Wednesday, 10 November 2010



Question: Is it at all possible to put on screen a concept as abstract and non-visual as the history of language - going backwards in time to the most primitive tongues and beyond? Answer: probably not. Certainly not if you're going to try and tie it to a vaguely fantastical narrative, which is what no less an auteur than Francis Ford Coppola seemingly tries to do. And it really doesn't work.

In the frankly meaninglessly titled Youth Without Youth, it's 1938 and an elderly linguistics professor (Tim Roth) is struck by lightning in the street and wakes up middle-aged. His doctor closets Roth away as a medical miracle, not wanting him to fall into the hands of the Nazis, and he continues to work at his book about the development of spoken language. After the war he meets up with a woman who talks in Sanskrit and who appears to be possessed by the spirit of an Indian mystic. But she seems to be getting older even as Roth stays young, so he really feels he has to leave her, ever though the languages she keeps lurching into are getting older and are providing him with invaluable material for his book. And then, years later, he goes home. Or does he?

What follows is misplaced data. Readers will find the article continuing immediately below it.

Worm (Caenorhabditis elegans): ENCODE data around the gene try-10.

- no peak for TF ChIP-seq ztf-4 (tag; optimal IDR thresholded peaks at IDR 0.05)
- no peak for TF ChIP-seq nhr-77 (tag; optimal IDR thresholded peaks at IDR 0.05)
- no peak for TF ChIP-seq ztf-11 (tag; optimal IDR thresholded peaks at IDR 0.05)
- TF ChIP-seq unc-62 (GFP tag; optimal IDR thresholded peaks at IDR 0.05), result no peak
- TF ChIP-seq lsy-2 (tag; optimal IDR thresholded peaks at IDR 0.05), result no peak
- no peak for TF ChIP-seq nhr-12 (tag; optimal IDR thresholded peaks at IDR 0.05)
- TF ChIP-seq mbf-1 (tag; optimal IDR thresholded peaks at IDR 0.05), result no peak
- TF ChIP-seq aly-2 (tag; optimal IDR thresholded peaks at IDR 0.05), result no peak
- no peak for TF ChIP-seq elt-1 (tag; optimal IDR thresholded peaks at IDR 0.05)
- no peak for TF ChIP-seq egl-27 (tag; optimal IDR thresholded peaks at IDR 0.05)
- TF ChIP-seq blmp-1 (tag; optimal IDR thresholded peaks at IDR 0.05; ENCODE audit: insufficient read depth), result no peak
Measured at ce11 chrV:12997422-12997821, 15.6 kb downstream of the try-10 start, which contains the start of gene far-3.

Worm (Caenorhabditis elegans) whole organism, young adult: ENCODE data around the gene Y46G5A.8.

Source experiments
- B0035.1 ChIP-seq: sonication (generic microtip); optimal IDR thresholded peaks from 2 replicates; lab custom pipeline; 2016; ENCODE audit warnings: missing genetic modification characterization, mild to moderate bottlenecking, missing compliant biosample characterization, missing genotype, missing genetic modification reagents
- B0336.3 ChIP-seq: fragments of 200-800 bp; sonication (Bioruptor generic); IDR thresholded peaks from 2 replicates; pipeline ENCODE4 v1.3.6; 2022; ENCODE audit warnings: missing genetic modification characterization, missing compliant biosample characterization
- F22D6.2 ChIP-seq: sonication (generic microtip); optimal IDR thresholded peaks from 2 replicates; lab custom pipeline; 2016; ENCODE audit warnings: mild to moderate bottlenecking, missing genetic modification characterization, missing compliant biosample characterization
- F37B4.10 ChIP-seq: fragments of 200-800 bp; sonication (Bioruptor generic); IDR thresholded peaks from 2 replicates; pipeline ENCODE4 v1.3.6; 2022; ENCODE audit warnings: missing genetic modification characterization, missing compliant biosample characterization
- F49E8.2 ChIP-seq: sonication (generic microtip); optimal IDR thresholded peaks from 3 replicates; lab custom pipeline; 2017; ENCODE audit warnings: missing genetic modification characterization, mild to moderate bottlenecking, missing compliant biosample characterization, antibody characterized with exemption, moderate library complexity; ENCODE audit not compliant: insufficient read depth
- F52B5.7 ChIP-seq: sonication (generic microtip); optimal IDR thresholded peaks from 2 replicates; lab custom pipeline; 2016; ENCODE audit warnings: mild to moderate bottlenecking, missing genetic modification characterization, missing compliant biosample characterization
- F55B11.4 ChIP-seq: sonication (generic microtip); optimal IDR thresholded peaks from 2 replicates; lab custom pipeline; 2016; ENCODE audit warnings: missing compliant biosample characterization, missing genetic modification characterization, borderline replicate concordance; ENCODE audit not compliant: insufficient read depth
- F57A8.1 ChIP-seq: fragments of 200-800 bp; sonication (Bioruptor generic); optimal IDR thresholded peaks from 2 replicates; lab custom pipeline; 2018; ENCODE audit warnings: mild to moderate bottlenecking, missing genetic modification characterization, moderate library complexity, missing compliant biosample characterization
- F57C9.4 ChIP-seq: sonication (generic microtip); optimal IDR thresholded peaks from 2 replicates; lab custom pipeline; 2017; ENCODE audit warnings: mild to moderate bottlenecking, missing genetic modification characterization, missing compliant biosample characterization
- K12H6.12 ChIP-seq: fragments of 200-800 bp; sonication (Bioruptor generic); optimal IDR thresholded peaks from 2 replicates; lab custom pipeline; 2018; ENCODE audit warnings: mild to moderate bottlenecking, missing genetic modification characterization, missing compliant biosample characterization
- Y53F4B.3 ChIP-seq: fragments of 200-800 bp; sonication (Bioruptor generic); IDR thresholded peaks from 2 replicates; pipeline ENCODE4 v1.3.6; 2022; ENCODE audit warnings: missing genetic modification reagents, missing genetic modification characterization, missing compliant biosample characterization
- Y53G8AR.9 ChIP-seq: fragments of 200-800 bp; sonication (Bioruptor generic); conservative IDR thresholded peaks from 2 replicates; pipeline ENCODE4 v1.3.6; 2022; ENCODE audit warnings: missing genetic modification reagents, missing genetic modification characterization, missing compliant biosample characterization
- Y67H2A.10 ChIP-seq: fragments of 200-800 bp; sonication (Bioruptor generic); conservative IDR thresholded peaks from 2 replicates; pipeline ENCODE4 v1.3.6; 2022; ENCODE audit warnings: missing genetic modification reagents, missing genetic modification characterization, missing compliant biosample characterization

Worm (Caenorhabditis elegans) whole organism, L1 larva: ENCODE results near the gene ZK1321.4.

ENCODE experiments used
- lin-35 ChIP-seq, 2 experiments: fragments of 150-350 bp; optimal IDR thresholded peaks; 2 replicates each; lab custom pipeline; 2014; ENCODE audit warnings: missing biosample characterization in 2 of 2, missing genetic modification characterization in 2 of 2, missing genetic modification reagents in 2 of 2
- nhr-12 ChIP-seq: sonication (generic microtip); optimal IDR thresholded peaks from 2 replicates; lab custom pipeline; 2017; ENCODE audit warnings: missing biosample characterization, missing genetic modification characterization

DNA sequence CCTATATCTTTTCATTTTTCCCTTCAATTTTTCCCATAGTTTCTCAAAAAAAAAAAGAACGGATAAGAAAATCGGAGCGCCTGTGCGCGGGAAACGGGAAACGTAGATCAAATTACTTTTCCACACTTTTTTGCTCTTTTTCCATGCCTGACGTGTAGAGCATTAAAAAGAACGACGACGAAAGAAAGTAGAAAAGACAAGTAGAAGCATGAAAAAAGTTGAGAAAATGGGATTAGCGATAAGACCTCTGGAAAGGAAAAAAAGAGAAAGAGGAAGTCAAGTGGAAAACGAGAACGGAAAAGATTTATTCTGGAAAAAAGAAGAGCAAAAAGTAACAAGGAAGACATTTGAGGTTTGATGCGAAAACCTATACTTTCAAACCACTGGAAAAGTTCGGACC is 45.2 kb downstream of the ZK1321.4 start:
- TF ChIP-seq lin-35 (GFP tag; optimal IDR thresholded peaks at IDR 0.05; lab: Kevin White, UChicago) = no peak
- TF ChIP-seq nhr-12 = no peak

What did actually happen? In all truth I have no idea and if I'd seen it at a cinema I'd assume a couple of reels had been switched around. It's utterly baffling and I genuinely don't think there's a point to it. It feels like a free-writing exercise, where you start writing and keep going without editing or refining; when I did that in the past I wrote pages and pages of stuff before realising what it was actually about. In those pages, there may have been good individual lines or scenes or characters, but they're surrounded by acres of utter bunk. And in Youth Without Youth there are a few interesting ideas but they're submerged in the reams of incomprehensible waffle.

More damagingly, it isn't even interesting incomprehensible waffle. It's monumentally dull incomprehensible waffle. And it goes on for two hours not making a blind bit of sense and - Spoiler Alert - finally has one of those annoying endings in which everything we've seen might not have even happened. I've never been a fan of movies that "didn't really happen" or "it's all in his/her head" or "it was all a dream", because it means the writer doesn't necessarily have to abide by logic or plausibility. In this instance there's no logic, there's no plausibility and you come away from it not just annoyed at having wasted two hours, but angry because it's from Francis Ford Coppola! I know you can't get The Godfather every time but it should still be some kind of coherent. Terrible.


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